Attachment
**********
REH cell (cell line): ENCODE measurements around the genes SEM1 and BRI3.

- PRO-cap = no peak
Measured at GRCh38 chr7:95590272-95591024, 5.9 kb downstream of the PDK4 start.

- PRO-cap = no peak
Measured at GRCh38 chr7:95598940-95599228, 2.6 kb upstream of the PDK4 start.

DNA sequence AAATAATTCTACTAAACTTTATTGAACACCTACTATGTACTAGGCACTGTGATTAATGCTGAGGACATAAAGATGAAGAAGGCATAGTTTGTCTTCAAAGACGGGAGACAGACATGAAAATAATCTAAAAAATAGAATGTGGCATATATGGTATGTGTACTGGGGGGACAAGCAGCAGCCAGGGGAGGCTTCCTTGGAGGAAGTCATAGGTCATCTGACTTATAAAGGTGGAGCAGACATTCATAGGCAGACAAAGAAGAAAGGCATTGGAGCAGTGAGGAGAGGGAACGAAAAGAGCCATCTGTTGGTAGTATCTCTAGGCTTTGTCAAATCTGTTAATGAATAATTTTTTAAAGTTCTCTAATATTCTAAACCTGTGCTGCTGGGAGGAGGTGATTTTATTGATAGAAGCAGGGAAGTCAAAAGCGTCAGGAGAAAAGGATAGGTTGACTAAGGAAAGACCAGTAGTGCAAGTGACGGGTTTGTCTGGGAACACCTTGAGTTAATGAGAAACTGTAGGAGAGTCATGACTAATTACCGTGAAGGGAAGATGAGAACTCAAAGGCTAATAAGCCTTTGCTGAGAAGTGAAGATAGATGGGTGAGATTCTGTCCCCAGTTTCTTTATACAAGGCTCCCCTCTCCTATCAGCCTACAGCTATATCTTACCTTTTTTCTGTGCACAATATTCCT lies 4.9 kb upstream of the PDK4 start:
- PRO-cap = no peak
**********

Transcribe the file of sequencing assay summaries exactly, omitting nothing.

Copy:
REH cell (cell line): ENCODE measurements around the genes SEM1 and BRI3.

- PRO-cap = no peak
Measured at GRCh38 chr7:95590272-95591024, 5.9 kb downstream of the PDK4 start.

- PRO-cap = no peak
Measured at GRCh38 chr7:95598940-95599228, 2.6 kb upstream of the PDK4 start.

DNA sequence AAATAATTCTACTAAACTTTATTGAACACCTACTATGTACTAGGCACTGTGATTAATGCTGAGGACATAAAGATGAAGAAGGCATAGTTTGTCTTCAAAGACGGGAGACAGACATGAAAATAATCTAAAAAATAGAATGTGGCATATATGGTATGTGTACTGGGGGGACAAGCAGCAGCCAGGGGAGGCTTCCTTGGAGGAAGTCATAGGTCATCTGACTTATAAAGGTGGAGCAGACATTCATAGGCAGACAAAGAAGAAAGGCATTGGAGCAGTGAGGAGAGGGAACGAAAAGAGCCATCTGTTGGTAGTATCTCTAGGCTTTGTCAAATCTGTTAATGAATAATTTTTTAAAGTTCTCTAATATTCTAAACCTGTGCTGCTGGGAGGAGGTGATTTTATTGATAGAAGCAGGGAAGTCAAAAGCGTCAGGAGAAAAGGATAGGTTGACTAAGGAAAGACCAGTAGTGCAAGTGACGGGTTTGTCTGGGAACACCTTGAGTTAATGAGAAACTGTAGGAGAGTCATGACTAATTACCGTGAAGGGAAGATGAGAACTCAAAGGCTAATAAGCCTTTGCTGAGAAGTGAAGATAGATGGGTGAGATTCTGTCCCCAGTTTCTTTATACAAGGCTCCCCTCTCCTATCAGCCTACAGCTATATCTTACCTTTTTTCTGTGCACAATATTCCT lies 4.9 kb upstream of the PDK4 start:
- PRO-cap = no peak